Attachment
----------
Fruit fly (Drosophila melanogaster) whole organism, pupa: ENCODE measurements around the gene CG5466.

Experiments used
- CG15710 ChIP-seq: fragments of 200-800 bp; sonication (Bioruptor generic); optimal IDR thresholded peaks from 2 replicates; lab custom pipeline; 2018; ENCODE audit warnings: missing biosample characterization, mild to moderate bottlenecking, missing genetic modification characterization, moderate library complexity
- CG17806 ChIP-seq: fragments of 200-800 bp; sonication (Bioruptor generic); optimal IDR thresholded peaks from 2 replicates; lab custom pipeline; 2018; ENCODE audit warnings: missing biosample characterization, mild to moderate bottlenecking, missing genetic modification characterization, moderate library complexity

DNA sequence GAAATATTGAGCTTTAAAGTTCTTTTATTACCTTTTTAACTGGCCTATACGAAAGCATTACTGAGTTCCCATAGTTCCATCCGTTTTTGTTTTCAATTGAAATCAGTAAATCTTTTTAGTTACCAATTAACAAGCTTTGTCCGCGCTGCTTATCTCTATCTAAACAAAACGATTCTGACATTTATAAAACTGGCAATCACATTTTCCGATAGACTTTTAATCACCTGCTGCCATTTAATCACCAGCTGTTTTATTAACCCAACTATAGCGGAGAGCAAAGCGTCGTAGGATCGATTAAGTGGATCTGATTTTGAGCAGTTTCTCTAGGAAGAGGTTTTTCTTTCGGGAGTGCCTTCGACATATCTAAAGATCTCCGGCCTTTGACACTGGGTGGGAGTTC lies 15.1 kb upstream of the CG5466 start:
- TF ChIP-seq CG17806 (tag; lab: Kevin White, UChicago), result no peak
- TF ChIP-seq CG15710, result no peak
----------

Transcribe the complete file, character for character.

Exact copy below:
Fruit fly (Drosophila melanogaster) whole organism, pupa: ENCODE measurements around the gene CG5466.

Experiments used
- CG15710 ChIP-seq: fragments of 200-800 bp; sonication (Bioruptor generic); optimal IDR thresholded peaks from 2 replicates; lab custom pipeline; 2018; ENCODE audit warnings: missing biosample characterization, mild to moderate bottlenecking, missing genetic modification characterization, moderate library complexity
- CG17806 ChIP-seq: fragments of 200-800 bp; sonication (Bioruptor generic); optimal IDR thresholded peaks from 2 replicates; lab custom pipeline; 2018; ENCODE audit warnings: missing biosample characterization, mild to moderate bottlenecking, missing genetic modification characterization, moderate library complexity

DNA sequence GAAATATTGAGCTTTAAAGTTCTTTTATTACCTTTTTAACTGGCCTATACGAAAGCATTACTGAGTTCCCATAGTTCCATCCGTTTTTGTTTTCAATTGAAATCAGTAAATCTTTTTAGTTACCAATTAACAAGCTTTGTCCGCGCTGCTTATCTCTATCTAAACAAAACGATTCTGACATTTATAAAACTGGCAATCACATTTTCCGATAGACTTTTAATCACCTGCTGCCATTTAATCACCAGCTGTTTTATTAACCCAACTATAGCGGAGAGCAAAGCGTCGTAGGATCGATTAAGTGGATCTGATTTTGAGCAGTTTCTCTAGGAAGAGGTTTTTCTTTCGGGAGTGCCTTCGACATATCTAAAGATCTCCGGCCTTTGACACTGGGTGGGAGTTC lies 15.1 kb upstream of the CG5466 start:
- TF ChIP-seq CG17806 (tag; lab: Kevin White, UChicago), result no peak
- TF ChIP-seq CG15710, result no peak